Interview by Andy McCaskey of SDR News and Scott Ertz of F5 Live for the TechPodcast Network.

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Dynamics ePlates: Credit Card for Today’s World

Dynamics Dynamics Inc has developed cards for Visa that have chips embedded into them. The battery inside the card will last at least four years. There is a user interface including buttons and a magnetic stripe that changes so user can make different choices at the point of sale.  The user can easily change the awards available on the cards through the website. There are currently fifty different award partners that the card can be connected to. You also receive the rewards a lot faster than you do with a normal card because of the system they have establish. These cards are more secure than normal cards due to the fact that the information is stored in an embedded processor on the card

Dynamics Inc is also developing a card that has security code embedded in it. You have to punch in the code for the card to become active. When the right code is punched in the card number appears and the magnetic stripe becomes active After a period of time the number disappears and stripe erases. F’or further information and sign up for a card go to Dynamics Inc website or the UMB Bank website.

Interview by Andy McCaskey of SDR News and RV News Net, and Daniel J Lewis of the The Noodle.mx Network and the Audacity to Podcast

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Lowe’s Iris Home Automation Program for Security

Kevin Meagher from Lowe’s  talked to Todd and Daniel about the Lowe’s Iris Program.  The idea behind the Lowe’s Iris program is to bring home automation to the masses. The base program which is a security program starts at $175. You control the program through a smart phone or a computer. The base program is very easy to set up you simply plug the base unit into the router, hang the sensors up and do the setup and you are ready to go. The total setup should take about an hour to complete. Lowe’s is working with their vendors to make sure that the vendors devices work with Iris.  If you’re looking for device that can run under Iris just look for the Iris logo.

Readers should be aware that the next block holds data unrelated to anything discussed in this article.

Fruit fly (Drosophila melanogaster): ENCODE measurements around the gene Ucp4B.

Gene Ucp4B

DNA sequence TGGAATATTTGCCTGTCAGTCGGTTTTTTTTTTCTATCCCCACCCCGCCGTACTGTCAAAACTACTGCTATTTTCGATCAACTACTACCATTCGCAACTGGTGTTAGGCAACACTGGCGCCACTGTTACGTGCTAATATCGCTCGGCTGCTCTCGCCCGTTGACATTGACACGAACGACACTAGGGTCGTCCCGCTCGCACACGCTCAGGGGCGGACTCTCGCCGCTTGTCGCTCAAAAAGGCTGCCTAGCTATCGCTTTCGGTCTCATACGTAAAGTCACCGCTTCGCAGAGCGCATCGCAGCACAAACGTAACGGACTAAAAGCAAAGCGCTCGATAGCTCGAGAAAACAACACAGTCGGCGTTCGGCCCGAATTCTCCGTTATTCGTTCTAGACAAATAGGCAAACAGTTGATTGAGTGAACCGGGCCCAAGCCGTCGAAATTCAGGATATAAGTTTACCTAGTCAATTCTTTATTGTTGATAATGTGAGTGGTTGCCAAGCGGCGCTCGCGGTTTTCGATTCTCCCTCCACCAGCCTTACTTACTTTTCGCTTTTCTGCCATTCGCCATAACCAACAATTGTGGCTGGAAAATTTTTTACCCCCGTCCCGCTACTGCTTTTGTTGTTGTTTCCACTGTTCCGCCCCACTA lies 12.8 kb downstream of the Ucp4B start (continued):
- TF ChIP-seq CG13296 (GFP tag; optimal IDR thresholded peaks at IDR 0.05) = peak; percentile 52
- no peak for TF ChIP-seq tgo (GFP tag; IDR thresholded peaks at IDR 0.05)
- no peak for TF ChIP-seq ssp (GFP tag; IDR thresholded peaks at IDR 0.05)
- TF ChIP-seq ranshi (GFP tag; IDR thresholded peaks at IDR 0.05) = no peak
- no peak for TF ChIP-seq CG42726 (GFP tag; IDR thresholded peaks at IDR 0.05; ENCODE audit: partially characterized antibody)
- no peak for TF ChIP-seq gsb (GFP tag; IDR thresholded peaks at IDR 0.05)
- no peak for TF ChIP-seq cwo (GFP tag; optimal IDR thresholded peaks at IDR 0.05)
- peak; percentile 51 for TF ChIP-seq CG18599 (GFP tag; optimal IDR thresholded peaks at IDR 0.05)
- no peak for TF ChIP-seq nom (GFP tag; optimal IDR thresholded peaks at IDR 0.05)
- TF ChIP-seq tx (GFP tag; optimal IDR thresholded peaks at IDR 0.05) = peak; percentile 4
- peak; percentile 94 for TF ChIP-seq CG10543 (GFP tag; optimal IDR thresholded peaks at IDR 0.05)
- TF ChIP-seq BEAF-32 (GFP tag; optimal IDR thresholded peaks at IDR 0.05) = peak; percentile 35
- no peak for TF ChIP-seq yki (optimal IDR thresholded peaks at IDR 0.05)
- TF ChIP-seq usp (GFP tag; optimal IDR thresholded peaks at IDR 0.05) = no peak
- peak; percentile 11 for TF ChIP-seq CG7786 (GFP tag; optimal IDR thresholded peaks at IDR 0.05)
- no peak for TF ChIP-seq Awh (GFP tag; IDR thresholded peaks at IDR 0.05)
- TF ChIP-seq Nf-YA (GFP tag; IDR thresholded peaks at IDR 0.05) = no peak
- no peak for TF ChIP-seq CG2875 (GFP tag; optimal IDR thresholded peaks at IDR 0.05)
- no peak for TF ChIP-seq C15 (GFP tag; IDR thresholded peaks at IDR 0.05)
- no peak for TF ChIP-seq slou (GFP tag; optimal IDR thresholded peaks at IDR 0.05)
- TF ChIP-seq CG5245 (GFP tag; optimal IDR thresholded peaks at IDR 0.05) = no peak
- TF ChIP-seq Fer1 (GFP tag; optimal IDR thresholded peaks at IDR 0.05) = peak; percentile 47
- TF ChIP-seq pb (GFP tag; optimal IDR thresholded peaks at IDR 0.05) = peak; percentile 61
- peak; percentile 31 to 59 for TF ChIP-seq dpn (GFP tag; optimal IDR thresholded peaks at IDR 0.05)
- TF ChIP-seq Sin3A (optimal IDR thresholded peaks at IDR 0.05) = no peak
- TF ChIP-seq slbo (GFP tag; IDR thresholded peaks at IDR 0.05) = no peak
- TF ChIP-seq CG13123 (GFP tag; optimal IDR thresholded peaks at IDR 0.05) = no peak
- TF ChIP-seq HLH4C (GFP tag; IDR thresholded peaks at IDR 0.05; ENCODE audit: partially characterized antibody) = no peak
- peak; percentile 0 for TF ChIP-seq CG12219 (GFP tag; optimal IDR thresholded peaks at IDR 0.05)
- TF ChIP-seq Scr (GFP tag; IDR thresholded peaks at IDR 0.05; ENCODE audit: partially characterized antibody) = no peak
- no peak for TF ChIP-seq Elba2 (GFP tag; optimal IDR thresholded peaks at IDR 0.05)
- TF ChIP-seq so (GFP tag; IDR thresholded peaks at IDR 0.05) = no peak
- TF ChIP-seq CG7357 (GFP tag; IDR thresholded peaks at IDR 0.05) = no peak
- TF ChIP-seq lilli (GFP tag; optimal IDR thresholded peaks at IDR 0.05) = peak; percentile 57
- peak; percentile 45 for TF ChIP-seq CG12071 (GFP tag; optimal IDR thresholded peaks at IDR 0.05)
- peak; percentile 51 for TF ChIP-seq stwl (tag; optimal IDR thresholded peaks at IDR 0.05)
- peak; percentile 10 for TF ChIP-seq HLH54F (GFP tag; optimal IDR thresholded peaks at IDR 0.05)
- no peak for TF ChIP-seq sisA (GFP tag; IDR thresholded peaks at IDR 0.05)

There is no subscription for the entry-level program. The more advanced program which is known as Magic is an all-inclusive program and is available for $10 a month. The Iris program is fairly new and its development is continuing.

Interview by Todd Cochrane of Geek News Central for the TechPodcast Network and Daniel J Lewis of The Audacity to Podcast

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Iris Security Smart Home

Iris is a new home security system being offered through Lowes, the home improvement giant that has stores around the country. The Iris system is not new, but a lot more upcoming features were unveiled at the Consumer Electronics Show in Las Vegas and Andy McCaskey stopped by the booth to take a look.